The Dutch actor and singer, who will turn 105 in December, says the allegations made by writer Volker Kühn that he was invited to the death camp by the SS and sang for them there, are wrong and scurrilous.
Heesters has never denied having visited the camp in 1941 as a member of the Munich Gärtnerplatz Theatre Ensemble, but says they were effectively ordered to go – and says he never sang.
Berlin's District Court will hear oral presentations from both sides on November 25, confirmed Gunter Fette, Heesters' lawyer.
He said Heesters would contest the idea that the ensemble had been ‘invited' to the concentration camp. “That is malicious,” he said. “That was obviously not the kind of invitation where you could decide to go or not.”
Heesters had never denied the visit, and Fette said it had been documented in the 2006 Berliner Akademie der Künste exhibition.
The SS had forced the group to go to the camp, but there had been no special performance.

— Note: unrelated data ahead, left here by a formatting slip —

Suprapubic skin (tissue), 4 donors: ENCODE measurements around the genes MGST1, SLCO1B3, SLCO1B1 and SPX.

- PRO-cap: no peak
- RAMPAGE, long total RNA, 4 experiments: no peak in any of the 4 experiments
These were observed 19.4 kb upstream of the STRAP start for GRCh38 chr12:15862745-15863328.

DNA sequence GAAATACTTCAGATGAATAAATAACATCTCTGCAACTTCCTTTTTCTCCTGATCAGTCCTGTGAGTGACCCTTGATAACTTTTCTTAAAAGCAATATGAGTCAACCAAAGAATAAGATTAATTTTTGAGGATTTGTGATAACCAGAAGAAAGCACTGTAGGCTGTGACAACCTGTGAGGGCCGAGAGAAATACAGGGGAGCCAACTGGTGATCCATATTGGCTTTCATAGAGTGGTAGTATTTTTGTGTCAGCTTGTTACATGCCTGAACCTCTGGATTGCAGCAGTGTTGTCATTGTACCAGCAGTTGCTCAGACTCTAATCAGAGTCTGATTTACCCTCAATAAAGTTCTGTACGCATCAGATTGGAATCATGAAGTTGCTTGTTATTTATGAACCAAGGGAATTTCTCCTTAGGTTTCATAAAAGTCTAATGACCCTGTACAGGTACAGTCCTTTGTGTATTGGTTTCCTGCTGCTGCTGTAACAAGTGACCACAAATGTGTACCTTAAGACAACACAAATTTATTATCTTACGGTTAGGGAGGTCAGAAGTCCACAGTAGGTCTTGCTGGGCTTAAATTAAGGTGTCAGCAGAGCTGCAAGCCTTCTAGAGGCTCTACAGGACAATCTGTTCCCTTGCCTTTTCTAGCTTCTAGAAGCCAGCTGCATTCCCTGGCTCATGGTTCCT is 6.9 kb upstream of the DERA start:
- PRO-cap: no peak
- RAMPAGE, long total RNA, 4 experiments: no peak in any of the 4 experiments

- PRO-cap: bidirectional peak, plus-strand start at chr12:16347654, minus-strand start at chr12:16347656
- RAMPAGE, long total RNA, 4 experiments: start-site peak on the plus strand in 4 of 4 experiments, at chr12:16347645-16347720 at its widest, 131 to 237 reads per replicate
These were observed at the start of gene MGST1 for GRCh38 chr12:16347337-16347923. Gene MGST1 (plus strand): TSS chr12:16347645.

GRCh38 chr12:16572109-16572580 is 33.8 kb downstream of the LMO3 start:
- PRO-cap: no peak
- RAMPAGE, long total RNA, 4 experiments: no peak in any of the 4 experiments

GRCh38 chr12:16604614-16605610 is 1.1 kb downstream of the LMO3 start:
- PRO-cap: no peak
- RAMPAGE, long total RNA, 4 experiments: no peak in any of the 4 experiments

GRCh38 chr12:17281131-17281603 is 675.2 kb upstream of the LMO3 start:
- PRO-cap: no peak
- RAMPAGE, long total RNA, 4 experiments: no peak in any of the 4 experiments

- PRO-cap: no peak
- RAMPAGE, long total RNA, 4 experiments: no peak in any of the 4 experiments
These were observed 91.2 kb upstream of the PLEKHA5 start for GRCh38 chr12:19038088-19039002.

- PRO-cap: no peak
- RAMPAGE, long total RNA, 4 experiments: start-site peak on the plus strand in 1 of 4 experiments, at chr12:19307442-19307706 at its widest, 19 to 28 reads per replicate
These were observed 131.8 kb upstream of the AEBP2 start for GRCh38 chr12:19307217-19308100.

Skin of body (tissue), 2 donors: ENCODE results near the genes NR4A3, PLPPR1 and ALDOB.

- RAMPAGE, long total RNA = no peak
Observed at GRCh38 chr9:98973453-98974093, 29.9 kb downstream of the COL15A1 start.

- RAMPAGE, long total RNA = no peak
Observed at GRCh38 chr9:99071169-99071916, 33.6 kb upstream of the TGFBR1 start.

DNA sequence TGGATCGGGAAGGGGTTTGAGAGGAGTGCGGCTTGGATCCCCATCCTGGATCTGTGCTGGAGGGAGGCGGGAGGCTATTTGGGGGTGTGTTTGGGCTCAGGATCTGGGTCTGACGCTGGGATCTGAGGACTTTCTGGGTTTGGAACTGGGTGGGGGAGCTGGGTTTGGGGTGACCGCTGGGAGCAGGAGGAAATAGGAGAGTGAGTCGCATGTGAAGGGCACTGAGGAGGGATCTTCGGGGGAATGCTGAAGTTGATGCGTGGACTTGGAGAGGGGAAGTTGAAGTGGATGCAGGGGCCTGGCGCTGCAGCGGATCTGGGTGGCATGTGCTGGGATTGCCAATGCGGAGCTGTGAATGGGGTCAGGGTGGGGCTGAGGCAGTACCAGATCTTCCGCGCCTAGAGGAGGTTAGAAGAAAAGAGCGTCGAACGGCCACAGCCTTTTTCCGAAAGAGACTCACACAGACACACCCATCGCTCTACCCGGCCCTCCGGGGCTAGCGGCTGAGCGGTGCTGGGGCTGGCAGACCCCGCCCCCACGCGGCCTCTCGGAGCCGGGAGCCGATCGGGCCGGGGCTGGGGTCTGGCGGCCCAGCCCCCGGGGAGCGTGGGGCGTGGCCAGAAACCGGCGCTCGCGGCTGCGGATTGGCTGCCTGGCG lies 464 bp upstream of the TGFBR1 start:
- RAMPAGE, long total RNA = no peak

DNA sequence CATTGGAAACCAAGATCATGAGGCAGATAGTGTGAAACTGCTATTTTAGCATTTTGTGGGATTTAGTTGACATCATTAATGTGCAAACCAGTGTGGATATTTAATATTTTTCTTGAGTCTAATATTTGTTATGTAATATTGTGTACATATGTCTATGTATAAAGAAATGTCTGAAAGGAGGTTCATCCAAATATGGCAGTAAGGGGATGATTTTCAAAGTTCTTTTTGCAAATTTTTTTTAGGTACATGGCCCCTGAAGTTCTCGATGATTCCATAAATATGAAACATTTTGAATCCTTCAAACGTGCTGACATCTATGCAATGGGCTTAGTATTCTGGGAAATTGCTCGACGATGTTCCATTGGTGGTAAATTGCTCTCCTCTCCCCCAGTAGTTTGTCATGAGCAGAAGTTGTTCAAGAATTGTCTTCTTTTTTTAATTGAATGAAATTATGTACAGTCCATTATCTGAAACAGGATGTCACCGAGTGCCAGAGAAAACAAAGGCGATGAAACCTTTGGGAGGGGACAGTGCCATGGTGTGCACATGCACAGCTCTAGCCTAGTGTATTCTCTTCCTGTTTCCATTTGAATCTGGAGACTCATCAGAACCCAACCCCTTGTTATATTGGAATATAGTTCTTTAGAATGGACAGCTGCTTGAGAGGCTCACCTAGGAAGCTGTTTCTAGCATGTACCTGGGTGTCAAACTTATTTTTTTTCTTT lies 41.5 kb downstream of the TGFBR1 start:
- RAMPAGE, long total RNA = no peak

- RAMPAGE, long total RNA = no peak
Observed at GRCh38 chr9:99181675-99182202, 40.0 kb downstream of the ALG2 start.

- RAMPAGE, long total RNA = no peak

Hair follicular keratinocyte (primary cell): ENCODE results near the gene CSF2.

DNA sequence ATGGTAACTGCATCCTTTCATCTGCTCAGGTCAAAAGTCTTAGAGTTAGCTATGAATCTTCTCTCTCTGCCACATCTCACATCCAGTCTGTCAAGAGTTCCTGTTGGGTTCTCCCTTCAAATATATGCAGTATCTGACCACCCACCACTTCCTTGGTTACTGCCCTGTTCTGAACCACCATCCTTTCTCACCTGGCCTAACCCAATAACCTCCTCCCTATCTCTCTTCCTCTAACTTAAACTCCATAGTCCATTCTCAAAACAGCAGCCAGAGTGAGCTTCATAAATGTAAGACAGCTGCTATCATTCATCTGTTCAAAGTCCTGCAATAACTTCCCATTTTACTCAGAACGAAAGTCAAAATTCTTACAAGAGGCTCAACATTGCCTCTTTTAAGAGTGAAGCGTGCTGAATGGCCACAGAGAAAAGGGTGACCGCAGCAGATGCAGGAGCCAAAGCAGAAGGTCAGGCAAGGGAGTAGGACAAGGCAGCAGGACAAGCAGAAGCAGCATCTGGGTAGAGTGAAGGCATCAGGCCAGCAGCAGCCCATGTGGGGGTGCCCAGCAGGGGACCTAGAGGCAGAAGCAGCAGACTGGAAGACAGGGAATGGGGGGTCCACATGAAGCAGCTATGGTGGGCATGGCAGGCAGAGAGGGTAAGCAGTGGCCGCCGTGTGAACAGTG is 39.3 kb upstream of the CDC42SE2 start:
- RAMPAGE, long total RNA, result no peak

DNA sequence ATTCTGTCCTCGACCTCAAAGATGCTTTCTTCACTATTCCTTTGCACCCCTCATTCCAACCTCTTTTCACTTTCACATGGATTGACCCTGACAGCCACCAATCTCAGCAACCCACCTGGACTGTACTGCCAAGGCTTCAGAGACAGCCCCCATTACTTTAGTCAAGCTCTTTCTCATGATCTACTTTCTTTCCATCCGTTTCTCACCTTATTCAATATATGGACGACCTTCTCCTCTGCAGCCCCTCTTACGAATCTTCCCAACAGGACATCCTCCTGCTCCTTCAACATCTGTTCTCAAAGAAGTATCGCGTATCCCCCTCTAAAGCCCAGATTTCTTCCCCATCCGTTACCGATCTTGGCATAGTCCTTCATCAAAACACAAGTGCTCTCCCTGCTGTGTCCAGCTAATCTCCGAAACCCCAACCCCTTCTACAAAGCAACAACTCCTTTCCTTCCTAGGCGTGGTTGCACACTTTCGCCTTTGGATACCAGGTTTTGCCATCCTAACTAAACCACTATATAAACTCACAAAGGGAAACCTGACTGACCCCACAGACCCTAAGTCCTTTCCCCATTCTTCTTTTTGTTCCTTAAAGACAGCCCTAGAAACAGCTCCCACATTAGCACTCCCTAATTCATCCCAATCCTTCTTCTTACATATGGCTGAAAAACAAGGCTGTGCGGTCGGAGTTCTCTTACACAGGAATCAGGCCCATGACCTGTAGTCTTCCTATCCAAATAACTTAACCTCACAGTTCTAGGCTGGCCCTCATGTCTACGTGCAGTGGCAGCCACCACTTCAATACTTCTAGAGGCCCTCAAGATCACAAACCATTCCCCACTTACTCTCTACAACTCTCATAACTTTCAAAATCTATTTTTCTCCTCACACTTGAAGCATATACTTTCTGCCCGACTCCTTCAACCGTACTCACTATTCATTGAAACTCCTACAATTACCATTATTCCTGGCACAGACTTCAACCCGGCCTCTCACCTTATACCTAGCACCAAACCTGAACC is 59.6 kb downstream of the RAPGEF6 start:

“I am ashamed, and I have not stopped until today to be ashamed, that the Nazis were able to lure us there,” Heesters has often said.
“Had I not done it I would probably have run into great difficulties. And I can only repeat myself – I did not sing in Dachau.”
Kühn has based his publication on eye witness statements of a Heesters performance for the SS, according to the Frankfurter Allgemeine Zeitung.
Heesters will be calling on the court to make Kühn withdraw his allegations and promise not to make them again.